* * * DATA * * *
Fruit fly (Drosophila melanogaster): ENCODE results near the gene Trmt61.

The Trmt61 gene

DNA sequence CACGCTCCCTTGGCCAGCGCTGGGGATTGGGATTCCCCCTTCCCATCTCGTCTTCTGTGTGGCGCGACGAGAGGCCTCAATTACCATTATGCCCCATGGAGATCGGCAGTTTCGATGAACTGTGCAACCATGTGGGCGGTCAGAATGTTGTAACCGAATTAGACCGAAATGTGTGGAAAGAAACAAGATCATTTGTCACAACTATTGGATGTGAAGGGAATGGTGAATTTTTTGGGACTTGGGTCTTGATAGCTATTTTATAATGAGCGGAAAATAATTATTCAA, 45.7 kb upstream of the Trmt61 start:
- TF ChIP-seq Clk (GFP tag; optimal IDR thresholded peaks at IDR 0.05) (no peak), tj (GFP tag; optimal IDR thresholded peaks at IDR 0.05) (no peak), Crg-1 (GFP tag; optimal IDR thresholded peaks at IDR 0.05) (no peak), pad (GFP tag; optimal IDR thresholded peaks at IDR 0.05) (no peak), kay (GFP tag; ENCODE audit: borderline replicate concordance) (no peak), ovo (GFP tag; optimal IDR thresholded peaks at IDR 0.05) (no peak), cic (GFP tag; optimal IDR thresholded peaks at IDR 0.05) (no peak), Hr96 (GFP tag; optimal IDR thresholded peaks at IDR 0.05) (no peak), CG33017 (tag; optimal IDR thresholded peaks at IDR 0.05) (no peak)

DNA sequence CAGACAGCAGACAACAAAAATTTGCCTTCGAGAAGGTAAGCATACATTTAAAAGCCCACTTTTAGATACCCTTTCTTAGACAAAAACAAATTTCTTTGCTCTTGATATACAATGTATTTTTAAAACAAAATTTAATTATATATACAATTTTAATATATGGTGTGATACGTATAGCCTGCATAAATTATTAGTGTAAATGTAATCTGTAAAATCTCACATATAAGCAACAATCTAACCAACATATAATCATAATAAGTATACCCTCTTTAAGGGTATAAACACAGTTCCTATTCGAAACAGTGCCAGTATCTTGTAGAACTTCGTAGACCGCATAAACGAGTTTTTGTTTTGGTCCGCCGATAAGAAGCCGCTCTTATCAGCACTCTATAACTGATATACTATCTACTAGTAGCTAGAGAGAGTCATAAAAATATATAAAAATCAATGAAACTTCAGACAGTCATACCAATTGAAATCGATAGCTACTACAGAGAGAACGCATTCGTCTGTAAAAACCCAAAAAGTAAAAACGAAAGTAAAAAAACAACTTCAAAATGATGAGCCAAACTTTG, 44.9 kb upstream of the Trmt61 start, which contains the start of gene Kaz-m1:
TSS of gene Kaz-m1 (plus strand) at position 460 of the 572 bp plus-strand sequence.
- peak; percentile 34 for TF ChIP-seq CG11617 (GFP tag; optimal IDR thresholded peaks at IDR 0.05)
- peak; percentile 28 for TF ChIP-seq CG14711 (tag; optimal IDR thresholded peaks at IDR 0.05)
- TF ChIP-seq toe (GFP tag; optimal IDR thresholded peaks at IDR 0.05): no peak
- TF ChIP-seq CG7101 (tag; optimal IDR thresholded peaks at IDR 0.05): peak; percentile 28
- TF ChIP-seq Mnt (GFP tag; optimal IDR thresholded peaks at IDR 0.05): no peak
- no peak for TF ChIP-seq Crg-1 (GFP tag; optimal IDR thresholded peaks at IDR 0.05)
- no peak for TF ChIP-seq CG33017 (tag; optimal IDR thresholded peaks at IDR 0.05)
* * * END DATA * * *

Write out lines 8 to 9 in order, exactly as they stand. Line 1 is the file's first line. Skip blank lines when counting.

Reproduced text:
- peak; percentile 28 for TF ChIP-seq CG14711 (tag; optimal IDR thresholded peaks at IDR 0.05)
- TF ChIP-seq toe (GFP tag; optimal IDR thresholded peaks at IDR 0.05): no peak